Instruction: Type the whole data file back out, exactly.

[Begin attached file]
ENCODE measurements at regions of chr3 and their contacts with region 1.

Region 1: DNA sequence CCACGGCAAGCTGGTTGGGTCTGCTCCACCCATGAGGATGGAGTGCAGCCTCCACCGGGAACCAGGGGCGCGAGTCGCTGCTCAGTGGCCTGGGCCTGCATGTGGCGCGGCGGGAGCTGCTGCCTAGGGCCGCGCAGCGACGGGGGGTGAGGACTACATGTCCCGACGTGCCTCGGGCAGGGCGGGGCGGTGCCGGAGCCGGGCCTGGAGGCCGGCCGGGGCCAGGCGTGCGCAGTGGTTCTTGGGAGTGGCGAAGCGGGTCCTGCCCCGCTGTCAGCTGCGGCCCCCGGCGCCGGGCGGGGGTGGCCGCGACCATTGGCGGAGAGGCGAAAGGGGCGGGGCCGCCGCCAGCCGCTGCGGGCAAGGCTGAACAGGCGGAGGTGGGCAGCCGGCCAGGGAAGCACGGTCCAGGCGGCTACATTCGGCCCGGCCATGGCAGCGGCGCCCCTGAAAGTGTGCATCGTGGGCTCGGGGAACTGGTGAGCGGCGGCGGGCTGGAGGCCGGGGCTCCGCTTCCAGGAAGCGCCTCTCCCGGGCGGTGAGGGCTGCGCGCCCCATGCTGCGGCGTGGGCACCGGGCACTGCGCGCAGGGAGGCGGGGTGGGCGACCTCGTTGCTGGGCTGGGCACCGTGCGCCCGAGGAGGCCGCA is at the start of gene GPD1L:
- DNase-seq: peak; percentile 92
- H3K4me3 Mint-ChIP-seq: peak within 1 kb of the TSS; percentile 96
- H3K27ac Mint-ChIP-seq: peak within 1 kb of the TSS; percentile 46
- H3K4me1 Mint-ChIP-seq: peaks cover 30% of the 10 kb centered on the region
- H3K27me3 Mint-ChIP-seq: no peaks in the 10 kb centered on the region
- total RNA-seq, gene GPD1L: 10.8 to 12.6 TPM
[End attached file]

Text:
ENCODE measurements at regions of chr3 and their contacts with region 1.

Region 1: DNA sequence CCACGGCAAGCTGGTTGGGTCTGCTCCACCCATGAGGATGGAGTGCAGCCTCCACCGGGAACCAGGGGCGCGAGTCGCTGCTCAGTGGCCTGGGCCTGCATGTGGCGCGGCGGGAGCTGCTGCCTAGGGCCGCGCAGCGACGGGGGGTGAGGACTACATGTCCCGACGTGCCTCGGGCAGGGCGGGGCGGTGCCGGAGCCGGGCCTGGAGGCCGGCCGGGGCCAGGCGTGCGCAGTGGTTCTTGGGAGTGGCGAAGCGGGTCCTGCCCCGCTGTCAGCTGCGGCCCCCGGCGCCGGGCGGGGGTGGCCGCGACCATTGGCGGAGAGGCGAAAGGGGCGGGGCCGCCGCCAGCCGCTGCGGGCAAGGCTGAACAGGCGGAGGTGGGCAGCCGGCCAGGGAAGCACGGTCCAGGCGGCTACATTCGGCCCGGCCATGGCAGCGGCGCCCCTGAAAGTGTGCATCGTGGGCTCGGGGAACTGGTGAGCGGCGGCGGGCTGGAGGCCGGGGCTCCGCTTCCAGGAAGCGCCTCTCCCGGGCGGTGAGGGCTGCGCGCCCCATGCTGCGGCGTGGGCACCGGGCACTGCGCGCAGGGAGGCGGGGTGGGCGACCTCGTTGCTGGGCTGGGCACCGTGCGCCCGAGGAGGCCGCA is at the start of gene GPD1L:
- DNase-seq: peak; percentile 92
- H3K4me3 Mint-ChIP-seq: peak within 1 kb of the TSS; percentile 96
- H3K27ac Mint-ChIP-seq: peak within 1 kb of the TSS; percentile 46
- H3K4me1 Mint-ChIP-seq: peaks cover 30% of the 10 kb centered on the region
- H3K27me3 Mint-ChIP-seq: no peaks in the 10 kb centered on the region
- total RNA-seq, gene GPD1L: 10.8 to 12.6 TPM